Journal Article

Factors associated with normal physiological birth for women who labor in water: A secondary analysis of a prospective observational study


Introduction. Research to understand factors associated with normal physiological birth (unassisted vaginal birth, spontaneous labor onset without epidural, spinal or general anaesthetic, without episiotomy) is required. Laboring and/or giving birth in water has been shown to be associated with a high proportion of physiologic birth, but with little understanding of factors which may influence this outcome. This study explored factors associated with normal physiological birth for women who labored in water. Methods. We conducted a secondary analysis of a UK-based prospective observational study of 8,064 women at low risk of childbirth complications who labored in water. Consecutive women were recruited from birth settings in England, Scotland, and Northern Ireland. Planned place of birth, maternal characteristics, intrapartum events, maternal and neonatal outcomes were measured. Univariable and multivariable logistic regression modelling explored factors associated with normal physiological birth. Results. In total, 5758 (71.4%) of women who labored in water had a normal physiological birth. Planned birth in the community [aOR 2.58, 95% CI 2.22-2.99] or at an alongside midwifery unit [aOR 1.21, 95% CI 1.04-1.41] was positively associated with normal physiological birth compared with planned birth in an obstetric unit. Duration of second stage [aOR 0.66, 95% CI 0.62–0.70], duration in the pool [aOR 0.93, 95% CI 0.90–0.96] and birth weight of the neonate [aOR 0.74, 95% CI 0.65–0.85] were negatively associated with normal physiological birth. Parity was not associated with normal physiological birth in multivariate analyses. Discussion. Our findings largely reflected wider research, both in and out of water. We found midwifery-led birth settings may increase the likelihood of normal physiological birth among healthy women who labor in water, irrespective of parity. This association supports growing evidence demonstrating the importance of planned place of birth on reducing intervention rates, and adds to research on labor and birth in water.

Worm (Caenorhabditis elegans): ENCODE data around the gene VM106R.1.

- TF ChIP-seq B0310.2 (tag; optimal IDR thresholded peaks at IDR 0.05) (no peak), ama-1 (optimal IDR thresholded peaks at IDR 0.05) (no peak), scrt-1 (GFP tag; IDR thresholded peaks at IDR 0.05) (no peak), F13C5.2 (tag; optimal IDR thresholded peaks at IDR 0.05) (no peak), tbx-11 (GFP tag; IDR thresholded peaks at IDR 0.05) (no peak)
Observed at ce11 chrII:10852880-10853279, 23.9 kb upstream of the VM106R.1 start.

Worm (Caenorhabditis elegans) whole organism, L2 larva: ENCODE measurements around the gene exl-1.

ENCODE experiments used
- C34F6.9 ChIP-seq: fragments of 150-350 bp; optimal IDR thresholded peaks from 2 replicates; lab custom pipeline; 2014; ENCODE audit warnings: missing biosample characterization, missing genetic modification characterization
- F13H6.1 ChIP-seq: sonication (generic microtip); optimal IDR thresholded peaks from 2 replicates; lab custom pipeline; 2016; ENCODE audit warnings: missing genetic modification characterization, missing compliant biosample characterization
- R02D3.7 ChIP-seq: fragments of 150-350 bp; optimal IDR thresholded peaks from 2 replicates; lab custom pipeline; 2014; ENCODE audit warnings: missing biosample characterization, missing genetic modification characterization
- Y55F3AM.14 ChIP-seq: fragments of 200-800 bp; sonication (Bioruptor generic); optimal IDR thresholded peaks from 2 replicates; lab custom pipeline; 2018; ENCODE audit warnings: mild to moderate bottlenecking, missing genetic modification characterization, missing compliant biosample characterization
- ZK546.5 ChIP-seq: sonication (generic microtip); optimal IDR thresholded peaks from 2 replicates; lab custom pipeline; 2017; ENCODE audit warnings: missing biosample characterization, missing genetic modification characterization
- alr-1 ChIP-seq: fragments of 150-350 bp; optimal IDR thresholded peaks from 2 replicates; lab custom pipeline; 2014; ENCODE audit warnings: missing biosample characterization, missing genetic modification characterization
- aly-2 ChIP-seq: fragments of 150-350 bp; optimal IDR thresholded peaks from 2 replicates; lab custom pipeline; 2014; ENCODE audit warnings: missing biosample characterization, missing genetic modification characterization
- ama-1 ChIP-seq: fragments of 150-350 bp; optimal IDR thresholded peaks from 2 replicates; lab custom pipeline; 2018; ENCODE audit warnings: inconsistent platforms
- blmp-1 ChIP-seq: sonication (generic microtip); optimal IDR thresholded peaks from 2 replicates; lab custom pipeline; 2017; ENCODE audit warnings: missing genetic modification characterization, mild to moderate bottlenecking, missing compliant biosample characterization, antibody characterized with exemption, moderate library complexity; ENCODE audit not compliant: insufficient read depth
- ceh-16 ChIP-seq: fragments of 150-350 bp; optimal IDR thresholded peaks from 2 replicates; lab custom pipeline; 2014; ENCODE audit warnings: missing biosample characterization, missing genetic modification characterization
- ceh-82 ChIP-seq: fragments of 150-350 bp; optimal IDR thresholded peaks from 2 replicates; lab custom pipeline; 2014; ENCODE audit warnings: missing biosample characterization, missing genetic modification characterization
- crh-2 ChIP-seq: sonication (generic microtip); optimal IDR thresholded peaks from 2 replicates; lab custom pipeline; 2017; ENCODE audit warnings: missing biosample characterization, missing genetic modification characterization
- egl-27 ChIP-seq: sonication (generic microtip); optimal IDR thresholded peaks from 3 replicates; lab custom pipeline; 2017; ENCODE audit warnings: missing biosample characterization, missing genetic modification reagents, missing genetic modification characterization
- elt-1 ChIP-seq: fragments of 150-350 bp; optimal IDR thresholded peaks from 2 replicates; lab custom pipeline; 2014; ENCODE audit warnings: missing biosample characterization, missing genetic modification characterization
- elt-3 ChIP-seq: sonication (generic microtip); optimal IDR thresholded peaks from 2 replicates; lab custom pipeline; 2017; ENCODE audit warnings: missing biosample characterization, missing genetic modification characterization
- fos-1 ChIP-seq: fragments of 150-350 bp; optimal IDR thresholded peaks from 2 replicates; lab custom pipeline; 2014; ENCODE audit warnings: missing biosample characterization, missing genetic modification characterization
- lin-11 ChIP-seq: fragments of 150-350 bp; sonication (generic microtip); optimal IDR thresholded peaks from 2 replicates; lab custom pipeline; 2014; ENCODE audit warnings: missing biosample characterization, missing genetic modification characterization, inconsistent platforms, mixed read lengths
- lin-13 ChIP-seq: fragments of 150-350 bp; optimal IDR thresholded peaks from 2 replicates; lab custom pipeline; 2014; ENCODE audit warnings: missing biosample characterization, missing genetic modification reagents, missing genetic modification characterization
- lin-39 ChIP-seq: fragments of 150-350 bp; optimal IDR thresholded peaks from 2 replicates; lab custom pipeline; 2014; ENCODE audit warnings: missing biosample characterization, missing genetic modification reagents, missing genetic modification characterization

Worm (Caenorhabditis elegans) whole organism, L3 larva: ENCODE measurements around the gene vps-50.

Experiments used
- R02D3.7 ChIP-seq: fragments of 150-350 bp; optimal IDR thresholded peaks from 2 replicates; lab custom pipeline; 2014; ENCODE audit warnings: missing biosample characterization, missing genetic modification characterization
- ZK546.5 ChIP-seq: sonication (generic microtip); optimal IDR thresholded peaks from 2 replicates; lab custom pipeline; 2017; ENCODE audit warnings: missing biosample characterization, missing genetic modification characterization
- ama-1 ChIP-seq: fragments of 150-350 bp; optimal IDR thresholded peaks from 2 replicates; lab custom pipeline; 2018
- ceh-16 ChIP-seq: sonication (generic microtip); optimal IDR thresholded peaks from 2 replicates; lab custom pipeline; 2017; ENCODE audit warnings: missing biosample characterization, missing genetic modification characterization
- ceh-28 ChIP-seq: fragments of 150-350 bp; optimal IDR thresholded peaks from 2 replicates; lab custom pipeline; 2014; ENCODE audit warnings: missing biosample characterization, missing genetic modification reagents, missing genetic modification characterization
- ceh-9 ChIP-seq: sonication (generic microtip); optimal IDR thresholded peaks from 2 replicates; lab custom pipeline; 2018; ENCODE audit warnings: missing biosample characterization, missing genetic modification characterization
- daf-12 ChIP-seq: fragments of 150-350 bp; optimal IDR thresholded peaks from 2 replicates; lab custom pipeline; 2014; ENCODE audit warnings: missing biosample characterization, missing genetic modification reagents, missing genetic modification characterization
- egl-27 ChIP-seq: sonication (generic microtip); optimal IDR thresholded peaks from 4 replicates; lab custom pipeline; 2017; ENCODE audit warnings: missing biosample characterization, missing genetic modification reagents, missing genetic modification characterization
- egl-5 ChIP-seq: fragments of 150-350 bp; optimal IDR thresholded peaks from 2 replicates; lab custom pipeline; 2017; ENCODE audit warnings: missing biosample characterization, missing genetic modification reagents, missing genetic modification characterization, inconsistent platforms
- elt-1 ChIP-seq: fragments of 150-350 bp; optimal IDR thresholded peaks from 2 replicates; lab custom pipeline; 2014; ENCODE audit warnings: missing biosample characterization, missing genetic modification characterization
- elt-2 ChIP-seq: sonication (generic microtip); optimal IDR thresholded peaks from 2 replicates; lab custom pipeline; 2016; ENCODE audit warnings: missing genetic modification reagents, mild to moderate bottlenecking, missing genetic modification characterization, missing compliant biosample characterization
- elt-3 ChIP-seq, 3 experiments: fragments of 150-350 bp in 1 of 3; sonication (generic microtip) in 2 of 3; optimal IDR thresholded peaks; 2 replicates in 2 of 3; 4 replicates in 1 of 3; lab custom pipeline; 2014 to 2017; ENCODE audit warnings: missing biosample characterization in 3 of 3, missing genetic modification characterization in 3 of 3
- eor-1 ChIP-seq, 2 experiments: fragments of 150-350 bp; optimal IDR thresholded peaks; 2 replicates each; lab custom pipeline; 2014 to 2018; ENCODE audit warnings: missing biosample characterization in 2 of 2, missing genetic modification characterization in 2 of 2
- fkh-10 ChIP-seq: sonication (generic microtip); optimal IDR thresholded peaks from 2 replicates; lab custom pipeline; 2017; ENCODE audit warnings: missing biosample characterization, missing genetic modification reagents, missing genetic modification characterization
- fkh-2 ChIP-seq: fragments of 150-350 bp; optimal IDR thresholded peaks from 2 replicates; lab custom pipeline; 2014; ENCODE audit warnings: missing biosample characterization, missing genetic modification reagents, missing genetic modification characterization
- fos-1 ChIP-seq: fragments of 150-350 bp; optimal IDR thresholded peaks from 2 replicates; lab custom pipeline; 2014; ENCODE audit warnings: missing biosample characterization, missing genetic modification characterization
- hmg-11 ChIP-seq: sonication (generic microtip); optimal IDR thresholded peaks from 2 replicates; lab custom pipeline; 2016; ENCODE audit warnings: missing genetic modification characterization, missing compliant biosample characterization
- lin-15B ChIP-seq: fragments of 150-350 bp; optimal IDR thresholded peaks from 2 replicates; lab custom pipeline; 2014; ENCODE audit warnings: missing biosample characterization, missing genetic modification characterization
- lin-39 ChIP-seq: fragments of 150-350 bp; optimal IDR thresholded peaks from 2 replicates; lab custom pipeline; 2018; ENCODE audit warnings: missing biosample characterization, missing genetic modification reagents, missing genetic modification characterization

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Carpenter, Jane
Burns, Ethel
Smith, Lesley

Oxford Brookes departments

Oxford School of Nursing and Midwifery


Year of publication: 2022
Date of RADAR deposit: 2021-10-19

Creative Commons License This work is licensed under a Creative Commons Attribution-NonCommercial-NoDerivatives 4.0 International License

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